Some have attempted to define dissonance as any interval not included in the prevailing diatonic scale.  As long as diatonicism is the standard for measuring consonance or dissonance, this definition is at least serviceable. But it is rendered inappropriate for atonal works. Hindemith (1900) breached this issue by putting forth a ranking of melodic intervals from most consonant to most dissonant. This ranking was P5, P4, M6, M3, m3, m6, M2, m7, m2, M7, TT. Hindemith believed that consonance and dissonance could be perceived as a kind of floating standard, constantly defined by the current interval regardless of overall tonal center or lack there of. Still, there are vestiges of traditional harmony in his ranking, because the first 4 intervals are all diatonic and all part of the tonic, dominant, or subdominant chords. Hindemith believed that we shifted our perception of tonal center according to intervallic relationships when interval roots were non-diatonic.

This theory allowed for writing in the 12-tone style without abandoning tonality. Tones that are lowest, highest, and longest are given greatest importance in a melodic progression. These tones then are constructed to form step-wise motion, no matter their separation from one another by intervening tones. The interval of the fifth, being the most consonant, is also the strongest harmonically. It’s occurrence over changing roots can thus alter the perceived tonal center, whereas intervals gradually loose their ability to establish tonal centers according to their increased property of dissonance. To state it in terms of our overall discussion, the perfect 5th has the least power of continuance and the highest degree of repose, and so functions as a tonic in traditional harmony. As intervals become more dissonant, they gain greater power of continuance and lessening degrees of repose, and so add tension as well as distance from a perceived tonal center. Listen to this example from Hindemith, and see how much of our discussion you can take away.


Blood, A. J., Zatorre, R. J., Bermudez, P., & Evans, A. C. (January 01, 1999). Emotional responses to pleasant and unpleasant music correlate with activity in paralimbic brain regions. Nature Neuroscience, 2, 4, 382-7.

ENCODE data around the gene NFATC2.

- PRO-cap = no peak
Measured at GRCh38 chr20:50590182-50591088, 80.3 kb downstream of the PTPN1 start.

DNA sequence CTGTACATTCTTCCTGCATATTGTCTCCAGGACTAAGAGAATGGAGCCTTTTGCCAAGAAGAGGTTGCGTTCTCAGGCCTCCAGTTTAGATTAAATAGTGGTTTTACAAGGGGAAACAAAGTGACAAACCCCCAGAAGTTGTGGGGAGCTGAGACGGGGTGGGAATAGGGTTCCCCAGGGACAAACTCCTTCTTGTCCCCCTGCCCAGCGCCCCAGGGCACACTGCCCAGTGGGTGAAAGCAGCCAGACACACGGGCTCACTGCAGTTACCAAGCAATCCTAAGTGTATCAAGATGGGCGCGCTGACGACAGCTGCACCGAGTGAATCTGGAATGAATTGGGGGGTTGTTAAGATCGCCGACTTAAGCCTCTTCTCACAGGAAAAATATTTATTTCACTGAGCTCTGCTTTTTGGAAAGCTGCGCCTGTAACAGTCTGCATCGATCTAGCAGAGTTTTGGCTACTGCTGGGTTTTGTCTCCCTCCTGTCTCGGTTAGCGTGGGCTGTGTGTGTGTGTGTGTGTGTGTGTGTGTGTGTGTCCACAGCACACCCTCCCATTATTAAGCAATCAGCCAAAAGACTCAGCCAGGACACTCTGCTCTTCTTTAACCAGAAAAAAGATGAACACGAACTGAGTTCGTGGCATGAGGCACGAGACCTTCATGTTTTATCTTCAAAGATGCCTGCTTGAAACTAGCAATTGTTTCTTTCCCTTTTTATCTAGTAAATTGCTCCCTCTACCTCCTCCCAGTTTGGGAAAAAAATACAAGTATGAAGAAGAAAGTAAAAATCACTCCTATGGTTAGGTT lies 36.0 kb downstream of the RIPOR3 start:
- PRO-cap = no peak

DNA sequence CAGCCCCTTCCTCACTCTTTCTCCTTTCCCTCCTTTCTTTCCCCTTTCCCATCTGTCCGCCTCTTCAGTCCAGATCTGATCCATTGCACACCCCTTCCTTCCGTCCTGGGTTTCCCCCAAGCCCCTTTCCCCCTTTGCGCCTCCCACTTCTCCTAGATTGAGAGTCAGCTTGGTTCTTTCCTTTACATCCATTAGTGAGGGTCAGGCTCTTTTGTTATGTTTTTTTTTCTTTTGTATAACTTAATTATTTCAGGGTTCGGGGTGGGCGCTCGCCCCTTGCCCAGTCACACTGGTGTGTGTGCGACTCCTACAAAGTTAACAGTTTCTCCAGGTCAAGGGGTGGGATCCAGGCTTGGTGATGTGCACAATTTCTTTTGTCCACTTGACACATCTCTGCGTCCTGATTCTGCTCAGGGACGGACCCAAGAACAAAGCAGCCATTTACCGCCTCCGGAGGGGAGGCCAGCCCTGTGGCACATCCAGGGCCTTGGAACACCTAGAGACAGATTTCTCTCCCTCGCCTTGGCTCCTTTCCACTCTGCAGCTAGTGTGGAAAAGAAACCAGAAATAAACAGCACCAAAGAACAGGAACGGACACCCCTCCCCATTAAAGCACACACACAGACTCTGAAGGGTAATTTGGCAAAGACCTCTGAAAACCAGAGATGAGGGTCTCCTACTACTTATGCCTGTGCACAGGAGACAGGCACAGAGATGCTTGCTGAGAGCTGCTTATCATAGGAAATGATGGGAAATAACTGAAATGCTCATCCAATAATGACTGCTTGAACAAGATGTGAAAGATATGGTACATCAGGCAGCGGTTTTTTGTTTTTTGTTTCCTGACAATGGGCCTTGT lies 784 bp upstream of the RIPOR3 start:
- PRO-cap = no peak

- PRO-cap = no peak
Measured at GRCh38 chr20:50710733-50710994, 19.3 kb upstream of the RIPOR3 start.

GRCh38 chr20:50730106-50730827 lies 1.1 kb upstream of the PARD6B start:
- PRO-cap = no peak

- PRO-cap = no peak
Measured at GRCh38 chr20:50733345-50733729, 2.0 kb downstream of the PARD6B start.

Hindemith, P. (1900). The craft of musical composition. Mainz: Schott.

Is All Music Intended To Be Expressive?

Version 2I am asked from time to time if all music is created with expressive intent. The National Arts Standards seem to imply so, because they set students to interpreting and determining expressive intent with no restrictions or qualifiers concerning to what music this applies. Elsewhere I have discussed the problems of knowing what a composer’s creative intent is; that without directly asking the composer, we can only surmise what his or her creative intent might have been, using a consensus of listeners and experts to lead the way. But it may be immaterial whether or not the composer intended to express something, because music itself is perceived as expressive, regardless of what a composer had in mind.

There are properties in music that stimulate cognitive activity that releases emotions. Much of this emotional response is dependent on making predictions and then enjoying the stimulation that results from the fulfillment of those predictions being delayed or confounded. Mohana (2016) explained that

Music, though it appears to be similar to features of language, is more rooted in the primitive brain structures that are involved in motivation, reward and emotion. Whether it is the first familiar notes of The Beatles’ “Yellow Submarine,” or the beats preceding AC/DC’s “Back in Black,” the brain synchronizes neural oscillators with the pulse of the music (through cerebellum activation), and starts to predict when the next strong beat will occur. The response to ‘groove’ is mainly unconscious; it is processed first through the cerebellum and amygdala rather than the frontal lobes.

Music involves subtle violations of timing and, because we know through experience that music is not threatening, these violations are ultimately identified by the frontal lobes as a source of pleasure. The expectation builds anticipation, which, when met, results in the reward reaction.

Meyer (1956) in his seminal work Emotion and Meaning in Music  argued that music was a dynamic process, constantly presenting the listener with patterns of sounds that demanded continuation, or that came to rest. According to Krumhansl (2002),

Meyer proposed that expectations play the central psychological role in musical emotions. Some points in the music engender strong expectations for continuation, creating a sense of tension and instability. Other points in the music fulfill expectations, and units are perceived as closed off and completed. Musical meaning and emotion depend on how the actual events in the music play against this background of expectations.